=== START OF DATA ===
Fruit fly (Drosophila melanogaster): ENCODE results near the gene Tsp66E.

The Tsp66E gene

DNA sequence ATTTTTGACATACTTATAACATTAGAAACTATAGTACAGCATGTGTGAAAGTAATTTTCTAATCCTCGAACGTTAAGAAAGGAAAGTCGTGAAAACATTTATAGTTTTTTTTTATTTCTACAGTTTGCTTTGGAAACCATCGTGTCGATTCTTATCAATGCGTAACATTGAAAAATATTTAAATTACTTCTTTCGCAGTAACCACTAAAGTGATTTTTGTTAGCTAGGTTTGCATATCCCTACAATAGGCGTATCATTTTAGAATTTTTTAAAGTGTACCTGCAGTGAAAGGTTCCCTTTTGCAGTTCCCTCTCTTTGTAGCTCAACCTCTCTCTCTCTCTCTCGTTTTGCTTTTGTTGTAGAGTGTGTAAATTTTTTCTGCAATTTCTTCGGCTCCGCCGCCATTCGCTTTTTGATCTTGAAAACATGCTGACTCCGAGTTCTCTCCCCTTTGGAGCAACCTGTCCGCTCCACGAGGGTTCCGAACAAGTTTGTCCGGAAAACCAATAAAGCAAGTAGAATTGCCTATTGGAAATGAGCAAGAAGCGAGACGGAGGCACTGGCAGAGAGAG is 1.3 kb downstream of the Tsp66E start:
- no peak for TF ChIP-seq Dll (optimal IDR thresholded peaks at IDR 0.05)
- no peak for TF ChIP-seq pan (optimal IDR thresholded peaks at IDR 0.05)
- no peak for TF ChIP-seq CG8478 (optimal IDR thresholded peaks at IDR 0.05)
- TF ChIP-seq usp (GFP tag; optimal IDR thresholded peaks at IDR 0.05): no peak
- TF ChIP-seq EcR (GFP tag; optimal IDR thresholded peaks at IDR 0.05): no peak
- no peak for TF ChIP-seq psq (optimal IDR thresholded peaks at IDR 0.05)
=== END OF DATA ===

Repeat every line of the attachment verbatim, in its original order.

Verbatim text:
Fruit fly (Drosophila melanogaster): ENCODE results near the gene Tsp66E.

The Tsp66E gene

DNA sequence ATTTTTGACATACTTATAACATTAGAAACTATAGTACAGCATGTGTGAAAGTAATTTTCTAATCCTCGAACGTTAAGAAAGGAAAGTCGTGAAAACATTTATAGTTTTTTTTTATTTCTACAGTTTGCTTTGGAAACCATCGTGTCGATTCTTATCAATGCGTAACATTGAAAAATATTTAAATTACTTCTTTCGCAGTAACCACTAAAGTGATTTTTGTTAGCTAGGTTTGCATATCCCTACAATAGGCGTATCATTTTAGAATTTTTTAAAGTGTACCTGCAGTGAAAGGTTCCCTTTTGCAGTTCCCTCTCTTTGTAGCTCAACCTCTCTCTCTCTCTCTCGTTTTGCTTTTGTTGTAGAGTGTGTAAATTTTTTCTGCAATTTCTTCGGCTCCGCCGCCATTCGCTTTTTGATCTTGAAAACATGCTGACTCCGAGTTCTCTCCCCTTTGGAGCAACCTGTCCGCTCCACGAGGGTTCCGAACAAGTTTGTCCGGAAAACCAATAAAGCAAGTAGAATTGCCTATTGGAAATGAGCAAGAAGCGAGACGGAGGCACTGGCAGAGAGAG is 1.3 kb downstream of the Tsp66E start:
- no peak for TF ChIP-seq Dll (optimal IDR thresholded peaks at IDR 0.05)
- no peak for TF ChIP-seq pan (optimal IDR thresholded peaks at IDR 0.05)
- no peak for TF ChIP-seq CG8478 (optimal IDR thresholded peaks at IDR 0.05)
- TF ChIP-seq usp (GFP tag; optimal IDR thresholded peaks at IDR 0.05): no peak
- TF ChIP-seq EcR (GFP tag; optimal IDR thresholded peaks at IDR 0.05): no peak
- no peak for TF ChIP-seq psq (optimal IDR thresholded peaks at IDR 0.05)